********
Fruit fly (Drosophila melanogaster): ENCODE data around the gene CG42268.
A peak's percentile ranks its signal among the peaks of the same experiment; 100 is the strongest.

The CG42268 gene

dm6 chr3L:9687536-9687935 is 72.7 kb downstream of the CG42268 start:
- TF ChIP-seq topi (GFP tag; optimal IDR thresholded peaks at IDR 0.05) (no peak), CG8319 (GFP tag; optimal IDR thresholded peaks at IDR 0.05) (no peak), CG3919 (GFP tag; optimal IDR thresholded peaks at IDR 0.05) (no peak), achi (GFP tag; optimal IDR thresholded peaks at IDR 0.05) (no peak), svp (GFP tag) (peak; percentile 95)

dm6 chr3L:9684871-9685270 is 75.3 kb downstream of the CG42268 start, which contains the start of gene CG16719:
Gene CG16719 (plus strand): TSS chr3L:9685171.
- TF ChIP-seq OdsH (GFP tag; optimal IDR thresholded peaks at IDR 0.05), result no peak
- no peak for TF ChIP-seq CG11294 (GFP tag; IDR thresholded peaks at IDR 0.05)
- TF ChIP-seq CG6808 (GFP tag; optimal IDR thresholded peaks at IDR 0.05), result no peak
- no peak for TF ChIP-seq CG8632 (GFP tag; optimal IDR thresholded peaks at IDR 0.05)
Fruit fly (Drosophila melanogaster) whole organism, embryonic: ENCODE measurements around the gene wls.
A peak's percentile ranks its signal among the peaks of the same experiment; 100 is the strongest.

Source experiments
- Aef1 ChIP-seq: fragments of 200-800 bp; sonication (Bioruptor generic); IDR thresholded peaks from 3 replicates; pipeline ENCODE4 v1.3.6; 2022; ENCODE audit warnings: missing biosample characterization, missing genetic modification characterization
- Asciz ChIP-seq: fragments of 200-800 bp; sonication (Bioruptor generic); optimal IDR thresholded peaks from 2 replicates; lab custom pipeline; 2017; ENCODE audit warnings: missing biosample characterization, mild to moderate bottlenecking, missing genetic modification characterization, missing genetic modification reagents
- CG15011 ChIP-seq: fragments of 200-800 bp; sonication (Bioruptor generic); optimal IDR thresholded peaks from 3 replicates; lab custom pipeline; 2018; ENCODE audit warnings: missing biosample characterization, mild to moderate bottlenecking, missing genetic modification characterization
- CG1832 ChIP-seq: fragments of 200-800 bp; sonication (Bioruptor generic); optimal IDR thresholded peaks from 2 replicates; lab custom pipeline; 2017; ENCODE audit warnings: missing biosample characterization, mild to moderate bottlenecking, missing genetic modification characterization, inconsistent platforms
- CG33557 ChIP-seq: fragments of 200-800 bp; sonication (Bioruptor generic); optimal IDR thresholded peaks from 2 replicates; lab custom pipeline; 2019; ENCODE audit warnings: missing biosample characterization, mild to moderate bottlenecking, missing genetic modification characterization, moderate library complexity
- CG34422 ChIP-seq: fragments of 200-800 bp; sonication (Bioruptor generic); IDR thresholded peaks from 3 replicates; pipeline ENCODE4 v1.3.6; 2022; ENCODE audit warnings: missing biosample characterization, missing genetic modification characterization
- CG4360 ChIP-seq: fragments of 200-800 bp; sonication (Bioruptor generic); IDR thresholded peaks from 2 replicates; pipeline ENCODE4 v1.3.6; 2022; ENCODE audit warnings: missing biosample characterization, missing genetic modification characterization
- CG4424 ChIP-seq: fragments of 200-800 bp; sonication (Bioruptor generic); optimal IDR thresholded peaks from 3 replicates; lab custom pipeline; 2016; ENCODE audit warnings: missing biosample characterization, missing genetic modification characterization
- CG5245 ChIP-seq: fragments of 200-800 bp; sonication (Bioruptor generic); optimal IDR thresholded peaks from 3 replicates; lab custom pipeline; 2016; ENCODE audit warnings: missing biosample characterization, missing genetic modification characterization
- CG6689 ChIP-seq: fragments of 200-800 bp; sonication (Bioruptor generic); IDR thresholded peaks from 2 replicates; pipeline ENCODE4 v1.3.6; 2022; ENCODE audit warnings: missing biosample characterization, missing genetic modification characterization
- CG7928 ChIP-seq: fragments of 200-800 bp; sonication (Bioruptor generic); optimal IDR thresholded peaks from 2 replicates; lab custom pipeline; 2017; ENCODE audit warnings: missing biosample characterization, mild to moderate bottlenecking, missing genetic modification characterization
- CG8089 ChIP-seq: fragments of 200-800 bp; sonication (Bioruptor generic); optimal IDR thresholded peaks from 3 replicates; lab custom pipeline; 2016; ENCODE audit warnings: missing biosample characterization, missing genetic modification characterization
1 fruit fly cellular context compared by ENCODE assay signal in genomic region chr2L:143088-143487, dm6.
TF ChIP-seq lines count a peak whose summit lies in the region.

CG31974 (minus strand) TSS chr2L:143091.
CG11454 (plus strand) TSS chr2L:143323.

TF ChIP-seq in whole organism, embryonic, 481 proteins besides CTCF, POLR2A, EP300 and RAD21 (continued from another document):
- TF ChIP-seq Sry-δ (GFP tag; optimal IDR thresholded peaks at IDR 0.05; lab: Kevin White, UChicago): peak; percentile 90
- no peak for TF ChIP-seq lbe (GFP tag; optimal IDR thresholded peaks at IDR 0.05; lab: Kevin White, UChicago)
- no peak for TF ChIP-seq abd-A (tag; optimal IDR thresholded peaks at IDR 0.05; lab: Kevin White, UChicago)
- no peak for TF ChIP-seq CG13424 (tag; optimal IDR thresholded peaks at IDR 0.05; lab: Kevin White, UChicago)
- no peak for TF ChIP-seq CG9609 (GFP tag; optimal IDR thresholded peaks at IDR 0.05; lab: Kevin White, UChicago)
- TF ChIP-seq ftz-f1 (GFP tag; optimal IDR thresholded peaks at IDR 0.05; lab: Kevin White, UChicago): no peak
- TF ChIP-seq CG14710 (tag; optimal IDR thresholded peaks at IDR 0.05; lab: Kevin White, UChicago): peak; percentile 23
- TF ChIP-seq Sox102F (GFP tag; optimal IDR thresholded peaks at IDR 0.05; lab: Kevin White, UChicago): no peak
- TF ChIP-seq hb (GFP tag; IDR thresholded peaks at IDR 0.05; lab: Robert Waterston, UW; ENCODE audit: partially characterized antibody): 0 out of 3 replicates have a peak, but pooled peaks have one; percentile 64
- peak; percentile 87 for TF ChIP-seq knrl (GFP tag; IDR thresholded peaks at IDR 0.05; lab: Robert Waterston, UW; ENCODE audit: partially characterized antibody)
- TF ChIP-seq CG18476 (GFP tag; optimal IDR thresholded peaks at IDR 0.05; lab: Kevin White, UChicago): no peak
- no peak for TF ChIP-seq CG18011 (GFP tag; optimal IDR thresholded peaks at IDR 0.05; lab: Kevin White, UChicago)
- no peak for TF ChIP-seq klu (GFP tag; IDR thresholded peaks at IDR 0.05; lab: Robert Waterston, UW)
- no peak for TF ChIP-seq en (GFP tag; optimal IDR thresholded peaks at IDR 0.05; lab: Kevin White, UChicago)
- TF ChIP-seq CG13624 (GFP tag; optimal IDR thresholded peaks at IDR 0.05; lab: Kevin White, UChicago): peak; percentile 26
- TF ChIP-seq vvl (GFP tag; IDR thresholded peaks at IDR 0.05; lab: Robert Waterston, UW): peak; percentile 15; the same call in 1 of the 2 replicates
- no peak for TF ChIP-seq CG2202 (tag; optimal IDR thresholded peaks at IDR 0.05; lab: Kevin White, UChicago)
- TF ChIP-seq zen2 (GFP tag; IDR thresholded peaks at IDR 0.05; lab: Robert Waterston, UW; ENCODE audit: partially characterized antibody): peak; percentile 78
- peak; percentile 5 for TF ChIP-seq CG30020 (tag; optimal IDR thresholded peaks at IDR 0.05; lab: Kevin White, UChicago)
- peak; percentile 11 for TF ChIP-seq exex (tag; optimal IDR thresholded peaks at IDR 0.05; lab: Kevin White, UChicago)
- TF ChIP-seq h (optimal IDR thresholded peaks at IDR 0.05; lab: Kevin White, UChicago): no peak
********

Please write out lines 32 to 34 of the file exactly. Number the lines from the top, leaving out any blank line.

- TF ChIP-seq Sry-δ (GFP tag; optimal IDR thresholded peaks at IDR 0.05; lab: Kevin White, UChicago): peak; percentile 90
- no peak for TF ChIP-seq lbe (GFP tag; optimal IDR thresholded peaks at IDR 0.05; lab: Kevin White, UChicago)
- no peak for TF ChIP-seq abd-A (tag; optimal IDR thresholded peaks at IDR 0.05; lab: Kevin White, UChicago)